The head and wings of the dielectric matrix are constructed using k.p perturbation theory (this requires the le WAVEDER).
In the present release the interaction between the core and the valence electrons is always treated on the Hartree Fock level
[104].
For hybrid functionals, the three step procedure will accordingly involve the following INCAR les. In the rst two steps,
converged HSE03 orbitals are determined (usually HSE03 calculations should be preceeded by standard DFT calculations,
we have not documented this step here, see Sec. 6.69.11):
6 THE INCAR FILE 129
System = Si groundstate occupied orbitals
ISMEAR = 0 ; SIGMA = 0.05
ALGO = Damped ; TIME = 0.5 ! or ALGO = Conjugate
LHFCALC = .TRUE. ; AEXX = 0.25 ; HFSCREEN = 0.3
EDIFF = 1E-6 ! required tight tolerance for groundstate orbitals
Second determine the HSE03 orbitals for unoccupied states:
System = Si unoccupied orbitals
NBANDS = 96
ALGO = Exact ! perform exact diagonalization
NELM = 1 ! since we are already converged stop after one step
ISMEAR = 0 ; SIGMA = 0.05
LHFCALC = .TRUE. ; AEXX = 0.25 ; HFSCREEN = 0.3
LOPTICS = .TRUE.
As before, in the GW step, the head and the wings of the response matrix are determined by reading the required data from
the WAVEDER le.
System = Si
NBANDS = 96
ISMEAR = 0 ; SIGMA = 0.05
ALGO = GW0 ; NOMEGA = 50
Convergence with respect to the number of empty bands NBANDS and with respect to the number of frequencies NOMEGA must
be checked carfully.
6.71.12 Recipe for partially selfconsistent GW
0
calculations
In most cases, the best results (i.e. closest to experiment) are obtained by iterating only G, but keeping W xed to the initial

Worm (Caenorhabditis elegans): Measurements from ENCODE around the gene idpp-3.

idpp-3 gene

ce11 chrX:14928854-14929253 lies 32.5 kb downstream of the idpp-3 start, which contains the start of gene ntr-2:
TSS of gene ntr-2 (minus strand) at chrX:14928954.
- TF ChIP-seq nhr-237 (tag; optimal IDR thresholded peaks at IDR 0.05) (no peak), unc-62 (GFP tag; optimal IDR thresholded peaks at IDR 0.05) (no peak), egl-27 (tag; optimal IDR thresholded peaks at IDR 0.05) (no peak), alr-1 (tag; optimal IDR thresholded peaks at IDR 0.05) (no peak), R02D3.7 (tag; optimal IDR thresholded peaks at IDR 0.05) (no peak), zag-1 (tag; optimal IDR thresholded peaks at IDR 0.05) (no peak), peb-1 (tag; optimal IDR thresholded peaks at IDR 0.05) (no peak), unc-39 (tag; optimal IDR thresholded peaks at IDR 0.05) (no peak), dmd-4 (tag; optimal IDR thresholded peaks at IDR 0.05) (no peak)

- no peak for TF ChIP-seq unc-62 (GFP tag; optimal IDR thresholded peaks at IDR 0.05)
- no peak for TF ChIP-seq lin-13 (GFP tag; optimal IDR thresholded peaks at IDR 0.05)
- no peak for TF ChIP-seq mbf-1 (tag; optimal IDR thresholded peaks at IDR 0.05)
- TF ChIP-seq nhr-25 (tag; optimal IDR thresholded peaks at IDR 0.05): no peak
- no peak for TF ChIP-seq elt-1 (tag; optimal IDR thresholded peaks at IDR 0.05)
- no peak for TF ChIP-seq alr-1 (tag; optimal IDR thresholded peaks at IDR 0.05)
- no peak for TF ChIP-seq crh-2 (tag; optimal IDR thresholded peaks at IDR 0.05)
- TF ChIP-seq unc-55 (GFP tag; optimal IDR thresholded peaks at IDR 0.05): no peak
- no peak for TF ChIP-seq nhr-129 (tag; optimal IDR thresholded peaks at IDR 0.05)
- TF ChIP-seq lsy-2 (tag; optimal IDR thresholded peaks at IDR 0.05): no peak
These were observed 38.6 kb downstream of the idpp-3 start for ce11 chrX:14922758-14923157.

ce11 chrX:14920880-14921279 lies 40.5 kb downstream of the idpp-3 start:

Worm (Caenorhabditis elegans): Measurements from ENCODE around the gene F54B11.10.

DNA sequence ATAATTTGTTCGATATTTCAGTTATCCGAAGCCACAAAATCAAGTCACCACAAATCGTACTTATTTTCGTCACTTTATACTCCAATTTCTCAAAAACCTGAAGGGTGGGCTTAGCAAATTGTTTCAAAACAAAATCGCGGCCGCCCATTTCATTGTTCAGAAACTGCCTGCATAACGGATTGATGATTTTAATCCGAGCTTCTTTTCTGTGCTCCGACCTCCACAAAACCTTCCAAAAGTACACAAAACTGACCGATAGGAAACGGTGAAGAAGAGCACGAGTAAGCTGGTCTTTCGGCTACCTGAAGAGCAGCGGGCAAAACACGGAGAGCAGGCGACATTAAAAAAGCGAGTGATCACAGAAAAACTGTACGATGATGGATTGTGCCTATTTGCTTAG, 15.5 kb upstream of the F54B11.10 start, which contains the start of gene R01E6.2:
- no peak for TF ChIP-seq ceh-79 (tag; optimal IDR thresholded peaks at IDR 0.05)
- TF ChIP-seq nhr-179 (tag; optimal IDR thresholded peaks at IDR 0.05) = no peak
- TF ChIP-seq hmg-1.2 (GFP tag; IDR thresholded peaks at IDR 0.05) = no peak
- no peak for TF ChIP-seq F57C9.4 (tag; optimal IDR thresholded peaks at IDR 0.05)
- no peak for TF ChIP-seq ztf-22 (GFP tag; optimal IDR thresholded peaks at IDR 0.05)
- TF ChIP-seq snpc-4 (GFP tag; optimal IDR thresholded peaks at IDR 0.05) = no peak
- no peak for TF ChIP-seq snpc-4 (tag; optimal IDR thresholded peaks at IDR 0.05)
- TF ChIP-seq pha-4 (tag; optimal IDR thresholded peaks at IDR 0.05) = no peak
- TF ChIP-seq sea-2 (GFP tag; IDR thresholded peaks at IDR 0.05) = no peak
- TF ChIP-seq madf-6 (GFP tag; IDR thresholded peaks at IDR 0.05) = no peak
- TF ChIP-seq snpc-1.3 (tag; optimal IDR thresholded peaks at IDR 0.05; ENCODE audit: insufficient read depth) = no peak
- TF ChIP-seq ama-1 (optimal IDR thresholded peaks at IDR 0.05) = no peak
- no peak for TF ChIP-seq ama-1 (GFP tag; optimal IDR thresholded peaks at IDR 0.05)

DFT W
0
. This can be achieved in two ways. If the spectral method is not selected (LSPECTRAL=.FALSE. requiring much more
compute time), the QP shifts are iterated automatically four times, and you will nd four sets of QP shifts in the OUTCAR
le. The rst one corresponds to the G
0
W
0
case, the nal one to the GW
0
results. The INCAR le is simply:
System = Si
NBANDS = 96
ISMEAR = 0 ; SIGMA = 0.05
ALGO = GW0 ; NOMEGA = 50 ; LSPECTRAL=.FALSE.
For technical reasons, it is not possible to iterate G in this manner if LSPECTRAL=.TRUE. is set in the INCAR le (this is
the default). In this case, an iteration number must be supplied in the INCAR le using the NELM tag. Usually three to four
iterations are sufcient to obtain accurate QP shifts.
System = Si
NBANDS = 96
ISMEAR = 0 ; SIGMA = 0.05
ALGO = GW0 ; NOMEGA = 50
NELM = 4
If non diagonal components of the self-energy should be included use ALGO=scGW0 (or equivalently ALGO=QPGW0 in
vasp.5.2.13) the following setting can be used:
System = Si
NBANDS = 96
ISMEAR = 0 ; SIGMA = 0.05
ALGO = scGW0 ; NOMEGA = 50 | or ALGO = scGW0
NELM = 4